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Our History... Continuing On

In the post-World War II era, the Department of Journalism and Department of Speech emerged as key units in responding to the challenges of modern industrial and urban life in America. By the 1950s, the Department of Journalism had begun an annual Awards Banquet. Its founding award for achievement went to a young Floyd Kalber, who had literally helped invent local television news by using film cameras to cover a major flood in the city. Kalber went on to become the most watched new anchor in Chicago, an anchor on the NBC Today Show and questioner on Meet the Press. By this point, UNO alumni had begun to make their mark on the emerging communication field. For example, Rose Ann Shannon was one of the first women to break down gender barriers in news management, Patti Matson became a top ABC television executive, Rudy Smith helped shape Omaha photojournalism, Mort Crim rose to a top position in Detroit, and Leo Meidlinger produced news programs for ABC in Washington, D.C. Alumni used their communication skills to establish distinguished careers in law, education, corporate communication and many other fields.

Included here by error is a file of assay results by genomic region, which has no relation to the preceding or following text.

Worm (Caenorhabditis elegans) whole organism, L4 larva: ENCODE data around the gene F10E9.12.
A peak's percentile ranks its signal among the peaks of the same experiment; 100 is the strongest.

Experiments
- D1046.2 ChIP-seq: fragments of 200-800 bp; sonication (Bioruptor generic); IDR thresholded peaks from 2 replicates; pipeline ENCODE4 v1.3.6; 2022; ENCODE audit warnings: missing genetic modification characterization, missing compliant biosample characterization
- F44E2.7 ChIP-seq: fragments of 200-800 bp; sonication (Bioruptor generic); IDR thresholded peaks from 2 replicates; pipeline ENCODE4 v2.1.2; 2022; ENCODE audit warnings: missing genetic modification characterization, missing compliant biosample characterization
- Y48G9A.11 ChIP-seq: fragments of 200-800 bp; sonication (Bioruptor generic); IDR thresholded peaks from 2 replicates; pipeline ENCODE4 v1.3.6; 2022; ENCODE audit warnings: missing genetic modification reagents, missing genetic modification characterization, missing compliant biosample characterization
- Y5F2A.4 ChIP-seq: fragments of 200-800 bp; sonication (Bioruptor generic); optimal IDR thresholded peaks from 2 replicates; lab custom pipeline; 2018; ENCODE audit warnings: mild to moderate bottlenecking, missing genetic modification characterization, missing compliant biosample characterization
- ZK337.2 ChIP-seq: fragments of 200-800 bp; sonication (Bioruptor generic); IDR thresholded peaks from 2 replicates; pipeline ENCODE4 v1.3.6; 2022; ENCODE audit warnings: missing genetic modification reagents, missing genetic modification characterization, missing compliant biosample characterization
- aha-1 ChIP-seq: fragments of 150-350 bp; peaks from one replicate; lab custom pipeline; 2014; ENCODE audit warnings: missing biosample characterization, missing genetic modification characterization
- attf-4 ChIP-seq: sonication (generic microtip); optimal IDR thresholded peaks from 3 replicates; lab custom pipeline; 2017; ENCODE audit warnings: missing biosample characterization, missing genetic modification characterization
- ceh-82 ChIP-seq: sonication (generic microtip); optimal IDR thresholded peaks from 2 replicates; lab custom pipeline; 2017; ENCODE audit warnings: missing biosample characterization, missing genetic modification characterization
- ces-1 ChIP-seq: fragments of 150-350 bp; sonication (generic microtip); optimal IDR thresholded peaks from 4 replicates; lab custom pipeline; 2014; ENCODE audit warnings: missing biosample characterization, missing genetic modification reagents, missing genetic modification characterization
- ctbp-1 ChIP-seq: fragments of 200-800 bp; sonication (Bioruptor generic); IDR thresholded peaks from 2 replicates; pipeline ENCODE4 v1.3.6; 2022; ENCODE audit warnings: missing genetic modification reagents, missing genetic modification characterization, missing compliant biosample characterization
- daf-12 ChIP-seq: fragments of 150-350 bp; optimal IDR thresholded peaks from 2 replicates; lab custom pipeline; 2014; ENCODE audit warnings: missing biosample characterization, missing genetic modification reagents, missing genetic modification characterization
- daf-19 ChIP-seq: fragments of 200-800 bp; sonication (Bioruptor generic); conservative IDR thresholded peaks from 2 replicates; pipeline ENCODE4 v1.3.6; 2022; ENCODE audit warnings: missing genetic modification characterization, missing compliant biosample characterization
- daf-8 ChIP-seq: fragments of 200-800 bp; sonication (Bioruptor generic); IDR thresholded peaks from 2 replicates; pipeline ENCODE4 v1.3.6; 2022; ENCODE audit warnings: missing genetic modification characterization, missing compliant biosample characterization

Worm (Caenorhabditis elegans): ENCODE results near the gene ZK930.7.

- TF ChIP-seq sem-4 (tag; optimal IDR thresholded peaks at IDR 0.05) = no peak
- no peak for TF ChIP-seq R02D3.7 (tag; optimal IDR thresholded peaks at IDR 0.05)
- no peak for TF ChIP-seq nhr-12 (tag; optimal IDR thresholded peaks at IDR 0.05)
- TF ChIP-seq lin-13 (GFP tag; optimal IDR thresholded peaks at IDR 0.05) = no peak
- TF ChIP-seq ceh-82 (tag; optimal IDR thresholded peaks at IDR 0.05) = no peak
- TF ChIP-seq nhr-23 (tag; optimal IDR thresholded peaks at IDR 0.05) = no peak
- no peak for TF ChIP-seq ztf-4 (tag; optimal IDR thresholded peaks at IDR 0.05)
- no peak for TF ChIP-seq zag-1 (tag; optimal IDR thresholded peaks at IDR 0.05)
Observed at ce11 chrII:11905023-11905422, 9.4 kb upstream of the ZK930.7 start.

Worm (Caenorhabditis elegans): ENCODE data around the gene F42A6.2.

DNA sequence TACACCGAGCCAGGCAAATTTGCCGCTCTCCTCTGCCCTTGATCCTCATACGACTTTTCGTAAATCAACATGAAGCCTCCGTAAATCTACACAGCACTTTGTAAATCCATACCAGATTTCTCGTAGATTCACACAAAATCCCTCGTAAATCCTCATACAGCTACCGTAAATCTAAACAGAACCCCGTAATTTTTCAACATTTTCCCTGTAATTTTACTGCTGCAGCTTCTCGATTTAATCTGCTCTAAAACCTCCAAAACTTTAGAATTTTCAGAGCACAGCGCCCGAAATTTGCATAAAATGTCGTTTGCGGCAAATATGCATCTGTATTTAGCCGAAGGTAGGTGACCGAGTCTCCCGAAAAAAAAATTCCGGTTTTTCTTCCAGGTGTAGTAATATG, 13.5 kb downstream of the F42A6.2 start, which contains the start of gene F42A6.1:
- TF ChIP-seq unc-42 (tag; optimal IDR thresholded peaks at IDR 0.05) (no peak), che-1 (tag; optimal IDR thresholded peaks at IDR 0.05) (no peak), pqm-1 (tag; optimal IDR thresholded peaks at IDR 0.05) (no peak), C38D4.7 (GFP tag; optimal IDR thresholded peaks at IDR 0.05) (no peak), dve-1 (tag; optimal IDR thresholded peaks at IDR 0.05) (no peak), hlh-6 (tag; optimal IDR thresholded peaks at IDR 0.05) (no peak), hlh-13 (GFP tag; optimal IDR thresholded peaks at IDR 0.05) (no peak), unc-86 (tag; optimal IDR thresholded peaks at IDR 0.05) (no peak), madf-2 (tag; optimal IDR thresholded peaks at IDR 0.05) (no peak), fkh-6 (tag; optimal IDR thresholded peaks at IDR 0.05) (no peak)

1950 Mossholder leaves for similar role at Indiana University, Robert McGranahan MA Iowa takes over Public Relation role, acting Journalism head, with W. Wilson Cliff, BA Minnesota on Journalism faculty.


Robert McGranahan

1951 Campus station KWOU starts with student involvement. Chronology of Speech, Journalism, Broadcasting, Public Relations continued

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Speech Department

1952 Shubert leaves, Bruce Linton, MA Northwestern, acting speech head, with Tyson, Mrs. Key, lecturer Ken Burkholder for speech/radio. A.L. Bliven teaches photography. KMTV airs TV Classroom.


KBON Student Day